Yogurt is one of those defining foods of everywhere from Eastern Europe and on out to the nomadic people of China’s western lands. I've always been a big fan, and so I looked forward with particular anticipation to trying the local yogurt when we visited Xinjiang, as who makes better yogurt than nomadic people surrounded by cattle and sheep?
My opportunity came when we finally traveled parts of China’s Silk Road and our tour group went out for a dinner of roasted whole lamb in Xinjiang’s capital city of Ürümqi. My husband and I were vegetarians at the time, and so we started bugging the waiters for big bowls of yogurt as our very own protein course, and they happily complied.
This turned out to be the richest, most delicious yogurt we’d ever tasted, and it took me quite a while to figure out how to make it back home. For one thing, the yogurt starter was never quite right, either too acidic or too bland or just not nutty enough. And that is when I started looking at a map and began connecting the dots that led me to Bulgarian yogurt as one of the keys...
First off, you have to keep in mind that China’s Uyghurs are ethnically Turkic and speak a language that is related to Turkish. So there’s that. Now draw a long arc across Central Asia all the way up into Bulgaria in Eastern Europe. Why? Because the food there has been colored over the centuries by its massive neighbor on the right, Turkey.
They make an especially good yogurt in both places, and so it makes sense that whatever yogurt we enjoyed in Ürümqi (the name for Xinjiang’s capital even looks Turkish) would share the same yeasty mothers as that made by the folks who live on edge of the Black Sea.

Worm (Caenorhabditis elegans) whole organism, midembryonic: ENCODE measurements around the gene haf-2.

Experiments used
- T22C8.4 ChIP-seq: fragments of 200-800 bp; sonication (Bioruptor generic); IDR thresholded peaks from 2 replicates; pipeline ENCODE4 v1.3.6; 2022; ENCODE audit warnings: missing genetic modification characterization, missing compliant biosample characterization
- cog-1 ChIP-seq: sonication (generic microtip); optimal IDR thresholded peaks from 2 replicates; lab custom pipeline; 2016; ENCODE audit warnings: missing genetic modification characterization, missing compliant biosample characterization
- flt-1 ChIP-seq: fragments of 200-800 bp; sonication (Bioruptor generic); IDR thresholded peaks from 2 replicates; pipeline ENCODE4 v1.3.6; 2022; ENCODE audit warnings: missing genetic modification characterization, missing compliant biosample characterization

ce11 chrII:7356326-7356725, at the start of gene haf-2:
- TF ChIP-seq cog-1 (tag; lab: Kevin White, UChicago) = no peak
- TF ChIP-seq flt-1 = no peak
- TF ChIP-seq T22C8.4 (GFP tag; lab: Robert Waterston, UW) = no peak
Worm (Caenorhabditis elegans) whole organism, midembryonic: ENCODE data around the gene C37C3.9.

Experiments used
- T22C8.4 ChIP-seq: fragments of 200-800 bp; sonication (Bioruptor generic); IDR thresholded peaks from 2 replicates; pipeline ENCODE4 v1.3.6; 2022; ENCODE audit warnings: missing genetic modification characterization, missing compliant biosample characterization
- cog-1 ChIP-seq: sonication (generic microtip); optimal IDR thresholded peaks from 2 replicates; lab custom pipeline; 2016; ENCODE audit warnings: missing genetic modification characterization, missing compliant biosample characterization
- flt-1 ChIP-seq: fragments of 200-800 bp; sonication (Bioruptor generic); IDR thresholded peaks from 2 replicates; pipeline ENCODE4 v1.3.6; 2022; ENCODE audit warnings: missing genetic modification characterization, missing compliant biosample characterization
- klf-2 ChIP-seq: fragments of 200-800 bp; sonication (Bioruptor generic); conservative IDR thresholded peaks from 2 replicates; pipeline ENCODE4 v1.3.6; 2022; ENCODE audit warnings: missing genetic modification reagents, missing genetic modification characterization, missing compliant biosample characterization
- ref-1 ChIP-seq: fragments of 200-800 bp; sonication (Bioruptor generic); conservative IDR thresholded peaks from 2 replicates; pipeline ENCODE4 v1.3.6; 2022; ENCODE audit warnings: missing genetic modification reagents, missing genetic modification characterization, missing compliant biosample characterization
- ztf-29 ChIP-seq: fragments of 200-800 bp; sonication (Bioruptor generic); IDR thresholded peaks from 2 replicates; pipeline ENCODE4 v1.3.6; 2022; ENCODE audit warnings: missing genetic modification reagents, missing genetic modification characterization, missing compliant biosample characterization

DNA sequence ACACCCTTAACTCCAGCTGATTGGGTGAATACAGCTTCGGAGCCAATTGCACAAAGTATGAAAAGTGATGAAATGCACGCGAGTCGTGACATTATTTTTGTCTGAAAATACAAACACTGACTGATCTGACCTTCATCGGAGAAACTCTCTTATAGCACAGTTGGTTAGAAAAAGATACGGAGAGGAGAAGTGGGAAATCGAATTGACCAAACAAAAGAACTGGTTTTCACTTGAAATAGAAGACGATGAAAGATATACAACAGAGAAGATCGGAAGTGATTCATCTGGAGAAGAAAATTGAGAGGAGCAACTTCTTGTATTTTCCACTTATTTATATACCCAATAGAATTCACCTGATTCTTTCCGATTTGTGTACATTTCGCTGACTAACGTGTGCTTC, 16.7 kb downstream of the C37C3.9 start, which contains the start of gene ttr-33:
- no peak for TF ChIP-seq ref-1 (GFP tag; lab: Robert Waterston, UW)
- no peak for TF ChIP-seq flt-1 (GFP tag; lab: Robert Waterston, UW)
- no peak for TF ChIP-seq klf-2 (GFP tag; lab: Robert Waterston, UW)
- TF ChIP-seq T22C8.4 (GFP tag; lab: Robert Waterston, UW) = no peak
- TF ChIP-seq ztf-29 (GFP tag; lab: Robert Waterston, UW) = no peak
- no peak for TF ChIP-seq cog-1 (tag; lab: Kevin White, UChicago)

Second, that yogurt we had was rich, almost like crème fraîche in texture and flavor. When I tried to replicate it, I found that whipping cream was too buttery and whole milk was too thin, so half-and-half was the logical next step. And there we had it, yogurt just like Xinjiang moms make.
Rich homemade yogurt
Suānnăi 酸奶and yōugé 優格
Makes about 1 quart
1 quart half-and-half
½ cup Bulgarian style yogurt
1. Pour the half-and-half into a 2-quart heatproof container. Heat the liquid in the microwave on high for 90 seconds, to warm it. Stir the liquid and give it short bursts (15 seconds or so) of heat until the half-and-half reaches about 100°F; it should feel about body temperature when you hold the container against the inside of your wrist. Use a whisk to mix in the yogurt. When no lumps can be seen, cover the container with plastic wrap and place it in a warm area (see Tips).
2. Let the yogurt rest without stirring or moving for at least 8 hours. At that point it should be nicely coagulated and completely solid. Check by lightly shaking the container; if the yogurt does not move at all, it is done. If it is still liquid even in the center, leave it alone for another few hours.
3. Taste the yogurt, and if you prefer it tarter, return the yogurt to that warm place for a few more hours to develop its flavor. When the yogurt is done to your liking, chill it still covered in its container. Use a ladle to scoop out the yogurt. It will stay fresh and tasty for around 5 days and can be used like any other yogurt, crème fraîche, or sour cream.
Use whatever Bulgarian style yogurt you prefer. I have come to like an organic brand called White Mountain that is available in health food stores.
Organic half-and-half is – to my mind, at least – tastier than supermarket brands. Under no conditions use “fat free half and half,” which is basically nothing more than nonfat milk and sugar.
The best environment for growing your own yogurt is somewhere that is out of the way, warm, and still. I always turn to my oven for this. The pilot light in a gas oven and the light in an electric oven should provide just the right temperature for fast growth of the yeast. If your oven is too hot, you can also wrap the warm bowl from Step 1 in a couple of thick towels and place it in a warm part of the house.